The debate over physician-assisted suicide and voluntary euthanasia will soon reach its most important stage in this country. Last spring the Second and Ninth Circuit Courts of Appeals handed down momentous decisions striking down state laws in New York and Washington that forbid physician-assisted suicide. Although the Second and Ninth Circuit Court cases focus on physician-assisted suicide, and although there are important differences between physician-assisted suicide and voluntary euthanasia, the legal reasoning that would justify physician-assisted suicide would almost certainly extend to voluntary euthanasia. The intensity of the debate on both issues will grow during the wait for rulings this year by the Supreme Court, which has accepted the two circuit-court cases for review.
"Kevorkian Behind Bars" (April 1999)
A cartoon by Sage Stossel.
In physician-assisted suicide a doctor supplies a death-causing means, such as barbiturates, but the patient performs the act that brings about death. In voluntary euthanasia the physician performs the death-causing act after determining that the patient indeed wishes to end his or her life. Neither term applies to a patient's refusal of life-support technology, such as a respirator or artificial nutrition, or a patient's request that it be withdrawn; these have had ethical and constitutional sanction nationwide for years. And neither term applies to what is sometimes called indirect euthanasia, when the administration of drugs primarily for pain relief may have the secondary effect of causing death, as the physician is well aware. This practice, too, is ethically and legally sanctioned.
In formulating their decisions the circuit-court judges made a number of assumptions about the actual or likely circumstances surrounding cases of death by active intervention. Their judgments are based on misreadings of history, misinterpretations of survey data, mistaken reasoning, and simple misinformation.
Myth No. 1: It is primarily advances in biomedical technology—especially life-sustaining technology—that have created unprecedented public interest in physician-assisted suicide and voluntary euthanasia. "The emergent right to receive medical assistance in hastening one's death [is an] inevitable consequence of changes in the causes of death, advances in medical science, and the development of new technologies. Both the need and the capability to assist individuals [to] end their lives in peace and dignity have increased exponentially" (Ninth Circuit Court of Appeals).
Physician-assisted suicide and euthanasia have been profound ethical issues confronting doctors since the birth of Western medicine, more than 2,000 y ears ago. All the arguments made today to justify—or condemn—the two practices were articulated before any modern biomedical technology existed. The ancient Hippocratic Oath enjoins physicians to "neither give a deadly drug to anybody if asked for it, nor make a suggestion to this effect." The oath was written at a time when physicians commonly provided euthanasia and assisted suicide for ailments ranging from foot infections and gallstones to cancer and senility. Indeed, the Hippocratic Oath represented the minority view in a debate within the ancient Greek medical community over the ethics of euthanasia.
Even in America legalized euthanasia, rather than being a new issue, has been publicly debated and rejected—a fact the courts failed to mention. Modern interest in euthanasia in the United States began in 1870, when a commentator, Samuel Williams, proposed to the Birmingham Speculative Club that euthanasia be permitted "in all cases of hopeless and painful illness" to bring about "a quick and painless death." The word "painless" is important: the idea of euthanasia began gaining ground in modern times not because of new technologies for agonizingly prolonging life but because of the discovery of new drugs, such as morphine and various anesthetics for the relief of pain, that could also painlessly induce death. Over the next three decades Williams's proposal was reprinted in popular magazines and books, discussed in the pages of prominent literary and political journals, and debated at the meetings of American medical societies and nonmedical professional associations. The debate culminated in 1906, after the Ohio legislature took up "An Act Concerning Administration of Drugs etc. to Mortally Injured and Diseased Persons"—a bill to legalize euthanasia. The merits of the act were debated for months and were covered extensively in the pages of The New York Times, which vigorously opposed legalization, and in medical journals. The Ohio legislature overwhelmingly rejected the bill, effectively ending that chapter of the euthanasia debate.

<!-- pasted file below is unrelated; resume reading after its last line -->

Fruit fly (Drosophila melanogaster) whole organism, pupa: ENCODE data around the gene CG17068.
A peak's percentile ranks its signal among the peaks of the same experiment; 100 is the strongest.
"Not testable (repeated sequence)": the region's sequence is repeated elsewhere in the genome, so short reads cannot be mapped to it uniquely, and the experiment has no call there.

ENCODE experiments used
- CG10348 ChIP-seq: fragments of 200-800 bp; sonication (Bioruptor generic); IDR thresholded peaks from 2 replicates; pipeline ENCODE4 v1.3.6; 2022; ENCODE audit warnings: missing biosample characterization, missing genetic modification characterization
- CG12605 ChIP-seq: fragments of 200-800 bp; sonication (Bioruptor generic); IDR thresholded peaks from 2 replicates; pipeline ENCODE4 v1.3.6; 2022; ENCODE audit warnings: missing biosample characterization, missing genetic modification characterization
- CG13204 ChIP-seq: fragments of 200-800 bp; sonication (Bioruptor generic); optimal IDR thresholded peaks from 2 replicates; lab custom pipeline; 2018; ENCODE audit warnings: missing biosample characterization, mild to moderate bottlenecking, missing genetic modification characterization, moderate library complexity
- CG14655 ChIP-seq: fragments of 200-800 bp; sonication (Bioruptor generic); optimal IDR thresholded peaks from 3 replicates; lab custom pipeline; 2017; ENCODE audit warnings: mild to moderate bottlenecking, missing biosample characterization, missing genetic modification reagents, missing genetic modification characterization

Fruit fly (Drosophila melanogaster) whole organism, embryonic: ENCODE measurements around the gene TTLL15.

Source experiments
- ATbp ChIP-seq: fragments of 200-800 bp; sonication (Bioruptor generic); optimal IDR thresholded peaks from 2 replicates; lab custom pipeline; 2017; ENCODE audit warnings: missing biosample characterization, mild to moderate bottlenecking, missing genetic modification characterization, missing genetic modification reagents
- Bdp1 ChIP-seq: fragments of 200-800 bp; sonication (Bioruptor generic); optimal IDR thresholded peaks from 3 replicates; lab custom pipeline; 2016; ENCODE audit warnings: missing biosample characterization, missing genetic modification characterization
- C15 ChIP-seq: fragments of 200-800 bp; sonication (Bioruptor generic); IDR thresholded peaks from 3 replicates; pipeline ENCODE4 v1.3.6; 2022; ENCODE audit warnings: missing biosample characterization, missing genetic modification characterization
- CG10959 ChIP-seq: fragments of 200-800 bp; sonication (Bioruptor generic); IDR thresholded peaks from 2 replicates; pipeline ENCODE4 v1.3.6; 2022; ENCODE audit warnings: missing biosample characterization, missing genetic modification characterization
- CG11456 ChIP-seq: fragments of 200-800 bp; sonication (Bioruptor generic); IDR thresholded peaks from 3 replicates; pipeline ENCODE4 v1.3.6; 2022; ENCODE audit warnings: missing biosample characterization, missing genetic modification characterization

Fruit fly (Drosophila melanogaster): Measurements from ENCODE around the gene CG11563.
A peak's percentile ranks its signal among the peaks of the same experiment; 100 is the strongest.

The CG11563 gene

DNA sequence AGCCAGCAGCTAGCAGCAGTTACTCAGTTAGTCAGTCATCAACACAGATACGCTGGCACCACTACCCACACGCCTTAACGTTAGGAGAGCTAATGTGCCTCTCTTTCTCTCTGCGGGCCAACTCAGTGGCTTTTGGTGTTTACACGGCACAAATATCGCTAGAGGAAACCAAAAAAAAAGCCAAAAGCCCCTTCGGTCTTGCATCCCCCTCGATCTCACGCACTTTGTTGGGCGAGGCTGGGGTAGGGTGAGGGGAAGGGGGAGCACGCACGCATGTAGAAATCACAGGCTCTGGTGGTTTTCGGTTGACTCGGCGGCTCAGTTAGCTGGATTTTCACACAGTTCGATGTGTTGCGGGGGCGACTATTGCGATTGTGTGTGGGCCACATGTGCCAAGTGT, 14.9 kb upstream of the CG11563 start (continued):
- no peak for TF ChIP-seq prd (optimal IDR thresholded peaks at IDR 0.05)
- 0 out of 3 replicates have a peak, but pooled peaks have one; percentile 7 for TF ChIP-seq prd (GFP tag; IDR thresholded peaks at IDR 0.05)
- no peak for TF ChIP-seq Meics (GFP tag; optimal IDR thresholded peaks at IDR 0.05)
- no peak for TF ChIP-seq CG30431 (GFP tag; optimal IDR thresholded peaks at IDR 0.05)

Thus, decades before the discovery of penicillin (1928) and the development of mechanical respirators (1929), dialysis (1945), and other life-sustaining technologies, serious public discussions of physician-assisted suicide and euthanasia took place in the United States (and also in European countries). These discussions were couched in the same language we use today—"patients' rights," "the relief of pain and suffering," "the loss of dignity."
Indeed, rather than creating a perceived need for physician-assisted suicide and euthanasia, advances in life-sustaining technology should help to obviate them. Patients who are being kept alive by technology and want to end their lives already have a recognized constitutional right to stop any and all medical interventions, from respirators to antibiotics. They do not need physician-assisted suicide or euthanasia.
Myth No. 2: Legalizing physician-assisted suicide and euthanasia is widely endorsed. "There is unquestionably growing popular support for permitting doctors to provide assistance to terminally ill patients who wish to hasten their deaths" (Ninth Circuit Court of Appeals).